Hua Guo1,2, Wing-Yan Au3, Jerry S. Cheung1,2, Jens H. Jensen4, Daniel Kim4, Pek-Lan Khong5, Queenie Chan6, Christina Tosti7, Haiying Tang7, Truman R. Brown7, Wynnie W.M. Lam8, Shau-Yin Ha9, Gary M. Brittenham10, Ed X. Wu1,2
1Laboratory of Biomedical Imaging and Signal Processing, The University of Hong Kong, Hong Kong, China; 2Department of Electrical and Electronic Engineering, The University of Hong Kong, Hong Kong, China; 3Department of Medicine, The University of Hong Kong, Hong Kong; 4Department of Radiology, New York University School of Medicine, New York, USA; 5Department of Diagnostic Radiology, The University of Hong Kong, Hong Kong; 6Philips Electronics Hong Kong Limited; 7Radiology, Columbia University College of Physicians and Surgeons, New York, USA; 8Department of Diagnostic Radiology and Organ Imaging, Chinese University of Hong Kong, Hong Kong; 9Pediatrics and Adolescent Medicine, The University of Hong Kong, Hong Kong; 10Department of Pediatrics and Medicine, Columbia University College of Physicians and Surgeons, New York, USA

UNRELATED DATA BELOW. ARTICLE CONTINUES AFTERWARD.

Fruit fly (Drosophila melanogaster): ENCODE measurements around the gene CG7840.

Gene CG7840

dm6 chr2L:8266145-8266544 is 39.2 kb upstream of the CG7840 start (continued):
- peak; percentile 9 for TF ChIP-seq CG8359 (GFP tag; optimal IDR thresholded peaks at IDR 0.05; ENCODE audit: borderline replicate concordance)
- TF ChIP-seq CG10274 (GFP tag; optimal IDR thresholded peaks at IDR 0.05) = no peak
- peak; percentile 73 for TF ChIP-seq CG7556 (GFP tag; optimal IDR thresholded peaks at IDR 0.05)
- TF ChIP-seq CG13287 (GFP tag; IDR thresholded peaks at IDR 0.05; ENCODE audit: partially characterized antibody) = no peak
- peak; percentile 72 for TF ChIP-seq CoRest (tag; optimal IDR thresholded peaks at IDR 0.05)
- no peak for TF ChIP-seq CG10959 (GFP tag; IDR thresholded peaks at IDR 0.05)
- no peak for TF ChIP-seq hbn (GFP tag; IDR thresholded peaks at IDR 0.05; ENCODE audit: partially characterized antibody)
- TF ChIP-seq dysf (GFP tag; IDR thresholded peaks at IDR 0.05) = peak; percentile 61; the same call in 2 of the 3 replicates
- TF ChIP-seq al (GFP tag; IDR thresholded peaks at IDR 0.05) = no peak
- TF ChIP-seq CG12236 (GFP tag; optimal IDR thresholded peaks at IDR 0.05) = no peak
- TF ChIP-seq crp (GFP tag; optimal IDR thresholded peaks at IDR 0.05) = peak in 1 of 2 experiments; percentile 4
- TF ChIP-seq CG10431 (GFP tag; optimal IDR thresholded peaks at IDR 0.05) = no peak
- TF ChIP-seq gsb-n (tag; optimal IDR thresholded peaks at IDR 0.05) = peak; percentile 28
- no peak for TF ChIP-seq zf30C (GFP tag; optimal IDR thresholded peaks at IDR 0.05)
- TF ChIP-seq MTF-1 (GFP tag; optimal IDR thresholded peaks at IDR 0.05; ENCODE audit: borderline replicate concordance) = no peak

To determine the feasibility of measurements of transverse relaxation times for assessment of tissue iron overload at high field, we compared results of determinations of R2 and R2* using breathhold multi-echo spin-echo (MESE) and multi-echo gradient echo (MEGE) sequences, respectively, at 3T and at 1.5T in normal subjects and patients with thalassaemia major. Our results, the first reported measurements of R2 at both 3T and 1.5T in iron overloaded patients, demonstrate significant correlations in heart and liver at the two field strengths. These results provide evidence that myocardial and hepatic R2 can be measured at 3T as indicators of iron overload.